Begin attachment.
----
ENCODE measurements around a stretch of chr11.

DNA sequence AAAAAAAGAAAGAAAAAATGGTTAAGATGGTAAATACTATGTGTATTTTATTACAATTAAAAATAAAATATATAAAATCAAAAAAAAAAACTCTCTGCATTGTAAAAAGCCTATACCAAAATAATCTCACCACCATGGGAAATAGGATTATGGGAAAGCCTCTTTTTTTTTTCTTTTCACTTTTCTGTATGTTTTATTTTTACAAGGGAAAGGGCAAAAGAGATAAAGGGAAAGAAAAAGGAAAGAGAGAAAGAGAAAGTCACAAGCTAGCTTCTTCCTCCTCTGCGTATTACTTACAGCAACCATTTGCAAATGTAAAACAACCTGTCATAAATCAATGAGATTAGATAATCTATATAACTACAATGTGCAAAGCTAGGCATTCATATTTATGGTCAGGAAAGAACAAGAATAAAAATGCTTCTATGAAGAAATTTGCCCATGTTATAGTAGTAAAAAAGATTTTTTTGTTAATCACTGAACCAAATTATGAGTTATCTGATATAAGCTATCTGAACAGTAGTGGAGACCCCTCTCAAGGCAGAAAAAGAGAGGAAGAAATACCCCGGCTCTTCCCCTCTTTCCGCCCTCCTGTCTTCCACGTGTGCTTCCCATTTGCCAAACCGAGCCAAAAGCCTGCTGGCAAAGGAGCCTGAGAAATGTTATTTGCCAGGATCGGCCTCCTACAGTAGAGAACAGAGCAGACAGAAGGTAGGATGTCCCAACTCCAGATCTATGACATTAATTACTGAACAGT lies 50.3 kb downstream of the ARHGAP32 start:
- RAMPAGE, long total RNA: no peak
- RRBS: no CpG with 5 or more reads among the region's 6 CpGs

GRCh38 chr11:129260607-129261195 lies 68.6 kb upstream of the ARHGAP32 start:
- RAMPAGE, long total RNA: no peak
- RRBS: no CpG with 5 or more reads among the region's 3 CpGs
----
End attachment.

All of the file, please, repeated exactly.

ENCODE measurements around a stretch of chr11.

DNA sequence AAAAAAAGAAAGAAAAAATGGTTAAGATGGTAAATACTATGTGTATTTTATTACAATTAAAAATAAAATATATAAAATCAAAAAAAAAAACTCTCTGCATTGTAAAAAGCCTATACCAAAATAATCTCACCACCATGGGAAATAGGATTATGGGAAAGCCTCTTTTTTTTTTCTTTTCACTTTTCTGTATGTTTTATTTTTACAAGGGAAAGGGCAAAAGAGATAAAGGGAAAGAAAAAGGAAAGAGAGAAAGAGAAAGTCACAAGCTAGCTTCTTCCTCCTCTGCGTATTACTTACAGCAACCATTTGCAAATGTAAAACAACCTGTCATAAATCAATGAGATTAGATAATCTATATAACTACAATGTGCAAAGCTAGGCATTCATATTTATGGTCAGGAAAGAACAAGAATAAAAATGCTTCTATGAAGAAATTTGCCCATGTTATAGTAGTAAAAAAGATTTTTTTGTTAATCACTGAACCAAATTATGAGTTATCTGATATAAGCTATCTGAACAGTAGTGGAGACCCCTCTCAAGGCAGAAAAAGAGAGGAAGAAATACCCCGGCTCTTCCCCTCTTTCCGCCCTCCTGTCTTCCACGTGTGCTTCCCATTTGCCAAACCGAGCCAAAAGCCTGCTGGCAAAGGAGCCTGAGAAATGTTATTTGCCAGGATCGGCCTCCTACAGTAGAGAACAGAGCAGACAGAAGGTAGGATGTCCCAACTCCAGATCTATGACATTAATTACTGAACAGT lies 50.3 kb downstream of the ARHGAP32 start:
- RAMPAGE, long total RNA: no peak
- RRBS: no CpG with 5 or more reads among the region's 6 CpGs

GRCh38 chr11:129260607-129261195 lies 68.6 kb upstream of the ARHGAP32 start:
- RAMPAGE, long total RNA: no peak
- RRBS: no CpG with 5 or more reads among the region's 3 CpGs